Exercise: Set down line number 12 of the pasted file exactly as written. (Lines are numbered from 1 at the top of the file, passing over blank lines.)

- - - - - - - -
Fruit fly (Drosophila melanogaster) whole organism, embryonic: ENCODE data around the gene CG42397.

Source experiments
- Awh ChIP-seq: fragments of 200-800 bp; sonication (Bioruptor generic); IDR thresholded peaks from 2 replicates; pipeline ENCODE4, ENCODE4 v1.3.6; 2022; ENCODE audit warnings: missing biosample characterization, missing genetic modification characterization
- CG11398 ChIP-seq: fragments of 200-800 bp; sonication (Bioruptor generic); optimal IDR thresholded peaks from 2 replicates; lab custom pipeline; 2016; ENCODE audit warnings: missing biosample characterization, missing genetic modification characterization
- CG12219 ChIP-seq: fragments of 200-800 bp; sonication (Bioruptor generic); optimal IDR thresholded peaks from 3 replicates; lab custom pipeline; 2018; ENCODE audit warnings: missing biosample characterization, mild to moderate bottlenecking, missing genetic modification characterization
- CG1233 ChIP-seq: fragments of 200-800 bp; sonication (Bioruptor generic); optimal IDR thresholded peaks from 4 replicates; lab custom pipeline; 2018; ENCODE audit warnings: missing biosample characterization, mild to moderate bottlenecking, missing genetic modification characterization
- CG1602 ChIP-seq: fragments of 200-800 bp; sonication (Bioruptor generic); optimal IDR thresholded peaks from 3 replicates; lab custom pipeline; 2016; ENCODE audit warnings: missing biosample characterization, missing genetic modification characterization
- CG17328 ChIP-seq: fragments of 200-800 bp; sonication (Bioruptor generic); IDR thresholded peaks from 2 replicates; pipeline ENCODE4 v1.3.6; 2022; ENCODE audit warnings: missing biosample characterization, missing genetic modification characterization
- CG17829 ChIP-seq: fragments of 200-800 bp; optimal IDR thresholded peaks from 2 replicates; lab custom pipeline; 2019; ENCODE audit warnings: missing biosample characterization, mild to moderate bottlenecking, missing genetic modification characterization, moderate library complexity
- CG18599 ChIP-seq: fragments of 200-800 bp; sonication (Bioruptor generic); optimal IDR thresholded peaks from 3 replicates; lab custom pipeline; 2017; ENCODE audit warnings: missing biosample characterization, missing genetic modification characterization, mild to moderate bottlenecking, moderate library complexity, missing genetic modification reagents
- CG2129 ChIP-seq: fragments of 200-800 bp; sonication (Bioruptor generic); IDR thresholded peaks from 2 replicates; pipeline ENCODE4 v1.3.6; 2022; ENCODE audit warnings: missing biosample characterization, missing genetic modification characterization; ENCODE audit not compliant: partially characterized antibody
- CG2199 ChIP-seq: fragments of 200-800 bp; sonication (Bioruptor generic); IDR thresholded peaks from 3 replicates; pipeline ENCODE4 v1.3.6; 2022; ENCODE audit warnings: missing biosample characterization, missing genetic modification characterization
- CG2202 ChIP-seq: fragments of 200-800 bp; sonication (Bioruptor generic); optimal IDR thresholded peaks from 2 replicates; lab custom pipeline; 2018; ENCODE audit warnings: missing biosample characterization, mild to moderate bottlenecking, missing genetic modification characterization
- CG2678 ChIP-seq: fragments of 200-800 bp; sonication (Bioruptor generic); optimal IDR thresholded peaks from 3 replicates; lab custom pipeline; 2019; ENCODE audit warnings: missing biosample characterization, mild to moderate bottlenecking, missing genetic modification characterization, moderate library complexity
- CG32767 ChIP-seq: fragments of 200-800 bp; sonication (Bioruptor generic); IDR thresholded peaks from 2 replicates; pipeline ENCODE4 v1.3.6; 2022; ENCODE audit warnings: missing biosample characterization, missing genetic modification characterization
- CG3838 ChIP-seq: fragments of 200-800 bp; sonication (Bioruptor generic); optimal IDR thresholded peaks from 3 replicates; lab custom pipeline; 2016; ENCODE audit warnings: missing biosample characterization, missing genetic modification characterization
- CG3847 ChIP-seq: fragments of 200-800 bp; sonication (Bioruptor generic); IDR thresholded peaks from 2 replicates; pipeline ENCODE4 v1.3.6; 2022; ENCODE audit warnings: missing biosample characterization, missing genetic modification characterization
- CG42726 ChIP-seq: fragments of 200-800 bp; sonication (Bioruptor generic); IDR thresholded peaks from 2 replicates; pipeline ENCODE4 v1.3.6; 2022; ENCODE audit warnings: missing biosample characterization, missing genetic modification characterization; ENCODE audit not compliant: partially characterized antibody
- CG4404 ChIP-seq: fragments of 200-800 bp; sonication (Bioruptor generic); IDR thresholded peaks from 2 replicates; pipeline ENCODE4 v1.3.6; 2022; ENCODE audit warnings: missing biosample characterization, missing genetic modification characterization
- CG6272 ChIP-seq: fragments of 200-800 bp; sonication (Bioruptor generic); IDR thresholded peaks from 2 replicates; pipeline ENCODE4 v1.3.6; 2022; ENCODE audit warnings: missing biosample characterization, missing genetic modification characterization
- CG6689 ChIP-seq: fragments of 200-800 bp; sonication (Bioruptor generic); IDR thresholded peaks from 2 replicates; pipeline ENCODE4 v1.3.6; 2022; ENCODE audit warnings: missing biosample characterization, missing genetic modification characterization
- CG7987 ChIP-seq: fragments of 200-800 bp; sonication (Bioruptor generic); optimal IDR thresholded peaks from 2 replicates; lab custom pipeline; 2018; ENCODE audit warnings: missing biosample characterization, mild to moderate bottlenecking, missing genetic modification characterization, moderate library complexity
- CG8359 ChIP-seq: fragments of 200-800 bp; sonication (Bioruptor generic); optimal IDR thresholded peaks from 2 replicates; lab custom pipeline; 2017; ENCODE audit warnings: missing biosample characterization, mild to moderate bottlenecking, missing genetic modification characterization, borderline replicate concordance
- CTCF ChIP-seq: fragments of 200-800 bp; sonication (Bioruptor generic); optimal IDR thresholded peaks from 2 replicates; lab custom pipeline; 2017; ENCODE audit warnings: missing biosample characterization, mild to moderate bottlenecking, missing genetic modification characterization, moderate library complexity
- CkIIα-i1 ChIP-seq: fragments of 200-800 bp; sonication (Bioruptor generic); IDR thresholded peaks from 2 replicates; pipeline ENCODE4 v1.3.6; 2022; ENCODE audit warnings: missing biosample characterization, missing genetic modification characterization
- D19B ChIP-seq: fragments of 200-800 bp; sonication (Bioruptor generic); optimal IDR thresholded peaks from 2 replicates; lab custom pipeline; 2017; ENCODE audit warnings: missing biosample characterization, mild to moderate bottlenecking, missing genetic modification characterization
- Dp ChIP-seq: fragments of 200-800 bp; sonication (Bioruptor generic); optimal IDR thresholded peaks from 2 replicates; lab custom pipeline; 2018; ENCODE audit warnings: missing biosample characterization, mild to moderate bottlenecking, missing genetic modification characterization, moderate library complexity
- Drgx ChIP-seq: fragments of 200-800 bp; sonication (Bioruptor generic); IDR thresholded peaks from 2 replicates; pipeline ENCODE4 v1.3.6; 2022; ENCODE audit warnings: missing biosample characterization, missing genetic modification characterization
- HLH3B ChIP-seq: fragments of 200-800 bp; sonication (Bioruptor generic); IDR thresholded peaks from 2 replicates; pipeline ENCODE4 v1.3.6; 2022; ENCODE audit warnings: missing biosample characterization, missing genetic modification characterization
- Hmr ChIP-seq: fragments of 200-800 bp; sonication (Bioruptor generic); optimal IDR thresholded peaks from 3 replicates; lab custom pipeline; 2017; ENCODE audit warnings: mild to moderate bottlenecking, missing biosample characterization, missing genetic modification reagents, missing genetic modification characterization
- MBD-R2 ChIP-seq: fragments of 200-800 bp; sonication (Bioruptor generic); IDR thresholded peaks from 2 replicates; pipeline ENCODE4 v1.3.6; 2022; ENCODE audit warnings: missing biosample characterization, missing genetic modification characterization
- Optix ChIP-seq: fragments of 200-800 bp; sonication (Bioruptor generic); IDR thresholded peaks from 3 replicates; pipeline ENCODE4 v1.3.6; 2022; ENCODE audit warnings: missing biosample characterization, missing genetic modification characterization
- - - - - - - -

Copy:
- CG2199 ChIP-seq: fragments of 200-800 bp; sonication (Bioruptor generic); IDR thresholded peaks from 3 replicates; pipeline ENCODE4 v1.3.6; 2022; ENCODE audit warnings: missing biosample characterization, missing genetic modification characterization